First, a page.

Overall around 400 Wilko shops nationwide are closing.
Administrator PricewaterhouseCoopers (PwC) announced the latest news on Tuesday (September 19).
Giltbrook’s store is among 37 closures on Monday, September 25, which will also see the closure of the store in neighbouring Ilkeston, Derbyshire.
The stores in Newark, Sutton and Worksop are among 37 to shut nationally on Wednesday, September 27.
Mansfield and Retford’s units will then close two days later on Friday, September 29 among 37 further closures nationally.
Stores in Clifton, Kimberley and Sherwood closed on Tuesday (September 20) with Wilko units in Beeston and Carlton to close on Thursday (September 21).
Future plans for the retailer’s stores in Nottingham, Arnold, Bulwell and Hucknall are yet to be outlined by administrators.
Some local jobs may be saved after rival retailer Poundland agreed to buy 71 Wilko retail units nationally – including the units in Beeston, Kimberley and Worksop.
All three stores will become Poundland units in the coming weeks and union GMB pledged to take steps to ensure affected staff at these stores are prioritised.
Retailer B&M has also agreed to buy 51 Wilko stores, though the locations of those units have not yet been confirmed.
Overall, local job losses caused by the retailer’s collapse are likely to total more than 2,000 roles amidst a loss of roles at Wilko’s headquarters in Worksop.
Bassetlaw District Council described the high street giant’s demise as “like a pit closure” with jobs already cut at the retailer’s support offices and distribution centre in the town.
The Labour-led council held a support event last week aimed at affected staff with skills, retraining and employment support on offer.
Now Nottinghamshire County Council is to debate a motion aimed at offering extra support to affected staff.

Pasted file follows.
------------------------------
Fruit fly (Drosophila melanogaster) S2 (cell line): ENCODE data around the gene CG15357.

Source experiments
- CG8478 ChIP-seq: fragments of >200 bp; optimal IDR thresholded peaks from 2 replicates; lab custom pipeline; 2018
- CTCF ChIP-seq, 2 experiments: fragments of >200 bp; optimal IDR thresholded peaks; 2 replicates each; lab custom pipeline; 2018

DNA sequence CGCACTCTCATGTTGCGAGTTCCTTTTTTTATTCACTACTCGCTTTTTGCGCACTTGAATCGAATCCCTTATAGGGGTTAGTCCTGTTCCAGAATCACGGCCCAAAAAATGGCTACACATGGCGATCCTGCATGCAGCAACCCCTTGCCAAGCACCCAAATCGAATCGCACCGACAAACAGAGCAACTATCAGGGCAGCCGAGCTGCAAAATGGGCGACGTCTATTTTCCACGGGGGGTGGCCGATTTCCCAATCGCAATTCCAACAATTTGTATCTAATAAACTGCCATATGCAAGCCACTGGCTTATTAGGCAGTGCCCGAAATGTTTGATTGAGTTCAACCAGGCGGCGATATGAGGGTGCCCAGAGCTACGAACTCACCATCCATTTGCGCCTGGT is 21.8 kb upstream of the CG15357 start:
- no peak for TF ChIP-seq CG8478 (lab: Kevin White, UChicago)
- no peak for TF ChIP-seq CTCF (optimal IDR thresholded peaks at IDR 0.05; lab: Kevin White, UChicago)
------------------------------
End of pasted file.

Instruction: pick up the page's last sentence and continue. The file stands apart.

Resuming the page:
The motion – lodged by Labour group leader Cllr Kate Foale and Cllr Anne Callaghan, of Mansfield North – says the council should use its position as a “major employer” to support Wilko employees.
It says: “Nottinghamshire County Council has vacancies in valuable areas of work, such as the care sector.
“[We should] … establish links to support the significant number of Wilko staff in Nottinghamshire with transferrable skills who are at risk of losing their employment.
“[The council should also] take additional steps to connect Wilko staff to existing opportunities and to offer opportunities to learn new skills, with the view to joining our valued workforce.”
The motion will be debated at the authority’s full council meeting on Thursday, September 28.
Speaking last week, Cllr Jo White (Lab) cabinet member for business and skills and deputy leader of Bassetlaw District Council, added: “This is devastating news for Wilko staff both in Bassetlaw and across the country.
“It’s another hammer blow to the Great British high street as we lose yet another much-loved retailer.
“Many staff at Wilko have worked there for a very long time and this may be their first experience looking for another job.
“With its HQ, a distribution centre and two shops in Bassetlaw, we will be losing around 2,000 jobs.
“There are also associated supply chain jobs at risk. This is a similar level to a pit closure or a garment factory going under.
“As a council, we are pulling out all the stops to support our residents affected by the collapse of Wilko.
“This is the start of the process, and we will be on hand as the situation continues to progress.”